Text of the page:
The nematode Caenorhabditis elegans is an important model for studying the genetics of ageing, with over 50 life-extension mutations known so far. However, little is known about the pathobiology of ageing in this species, limiting attempts to connect genotype with senescent phenotype. Using ultrastructural analysis and visualization of specific cell types with green fluorescent protein, we examined cell integrity in different tissues as the animal ages.
Studies in a variety of model organisms indicate that nutrient signaling is tightly coupled to longevity. In nutrient replete conditions, organisms develop, grow, and age quickly. When nutrients become sparse as with dietary restriction, growth and development decline, stress response pathways become induced and organisms live longer. Considerable effort has been devoted to understanding the molecular events mediating lifespan extension by dietary restriction.
The mammalian ortholog of yeast Atg6/Vps30, Beclin 1, is an essential autophagy protein that has been linked to diverse biological processes, including immunity, development, tumor suppression, lifespan extension, and protection against certain cardiac and neurodegenerative diseases.
Neutrophils are major cells participants in innate host responses. They are short-lived leukocytes, although microbial products activate intracellular signaling cascades that prolong their survival by inhibiting constitutive apoptosis. To gain insight into the phylogeny of this important cell type, we examined the ability of toll-like receptor agonists to extend the lifespan of gilthead seabream (Sparus aurata L.) acidophilic granulocytes, which are the functional equivalent of mammalian neutrophils.
Aging is characterized by the accumulation of damaged cellular macromolecules caused by declining repair and elimination pathways. An integral component employed by cells to counter toxic protein aggregates is the conserved ubiquitin/proteasome system (UPS). Previous studies have described an age-dependent decline of proteasomal function and increased longevity correlates with sustained proteasome capacity in centenarians and in naked mole rats, a long-lived rodent. Proof for a direct impact of enhanced proteasome function on longevity, however, is still lacking.
SIRT1 is the human orthologue of SIR2, a conserved NAD-dependent protein deacetylase that regulates longevity in yeast and in Caenorhabditis elegans. Overexpression of SIRT1 in cancer tissue, compared with normal tissue, has been demonstrated, suggesting that SIRT1 may act as a tumor promoter. The function of SIRT1 in liver cancer has not been elucidated. In the present study, SIRT1 re-expression or knockdown was induced in hepatoma cell lines and liver normal cell lines.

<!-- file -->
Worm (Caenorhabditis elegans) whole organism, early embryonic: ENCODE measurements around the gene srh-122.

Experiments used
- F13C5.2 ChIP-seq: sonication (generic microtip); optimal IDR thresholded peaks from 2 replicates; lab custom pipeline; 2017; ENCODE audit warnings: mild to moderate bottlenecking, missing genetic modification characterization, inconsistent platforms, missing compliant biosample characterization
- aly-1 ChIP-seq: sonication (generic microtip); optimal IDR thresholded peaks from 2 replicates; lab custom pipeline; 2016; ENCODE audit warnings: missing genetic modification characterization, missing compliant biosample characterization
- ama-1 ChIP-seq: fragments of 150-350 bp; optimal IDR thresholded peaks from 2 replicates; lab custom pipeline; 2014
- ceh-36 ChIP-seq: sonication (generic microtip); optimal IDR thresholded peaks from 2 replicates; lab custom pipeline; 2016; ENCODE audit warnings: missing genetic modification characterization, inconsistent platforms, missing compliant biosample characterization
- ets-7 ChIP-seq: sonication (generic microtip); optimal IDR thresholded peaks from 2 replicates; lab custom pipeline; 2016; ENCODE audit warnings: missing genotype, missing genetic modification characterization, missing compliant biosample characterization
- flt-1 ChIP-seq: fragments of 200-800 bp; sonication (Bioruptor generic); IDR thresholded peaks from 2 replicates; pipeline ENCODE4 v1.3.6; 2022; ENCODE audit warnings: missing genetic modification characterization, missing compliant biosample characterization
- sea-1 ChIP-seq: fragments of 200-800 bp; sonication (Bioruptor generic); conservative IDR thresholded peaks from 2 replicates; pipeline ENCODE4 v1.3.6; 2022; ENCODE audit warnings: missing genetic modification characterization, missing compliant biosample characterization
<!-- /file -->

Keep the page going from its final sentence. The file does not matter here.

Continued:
The chronological lifespan (CLS) of budding yeast is a model for the aging of post-mitotic cells in higher eukaryotes. We report here the development of a new method to assess yeast CLS. The new assay is simple, convenient and labor-saving. We applied this new method to screen natural compounds isolated from mushrooms and discovered beauveriolide I as a potent anti-aging agent.
Tumors use a wide array of immunosuppressive strategies, such as reducing the longevity and survival of dendritic cells (DCs), to diminish immune responses and limit the effect of immunotherapy. In this study, we found that tumors upregulate the expression of multiple microRNAs (miRNAs), such as miR-16-1, miR-22, miR-155, and miR-503. These tumor-associated miRNAs influenced the survival and longevity of DCs by affecting the expression of multiple molecules that are associated with apoptotic signaling pathways.
Biochemical and Biophysical Research Communications
Cellular senescence is a tumor suppression mechanism. We previously reported that CKII downregulation induces senescence in human lung fibroblast IMR-90 and colon cancer HCT116 cells. In this study, potential longevity drugs, including rapamycin, vitamin C, and vitamin E, blocked CKII downregulation-mediated senescence through reduction of reactive oxygen species (ROS) production in HCT116 cells.
The ability of hematopoietic stem cells (HSCs) to self-renew and differentiate into progenitors is essential for homeostasis of the hematopoietic system. The longevity of HSCs makes them vulnerable to accumulating DNA damage, which may be leukemogenic or result in senescence and cell death. Additionally, the ability of HSCs to self-renew and differentiate allows DNA damage to spread throughout the hematologic system, leaving the organism vulnerable to disease.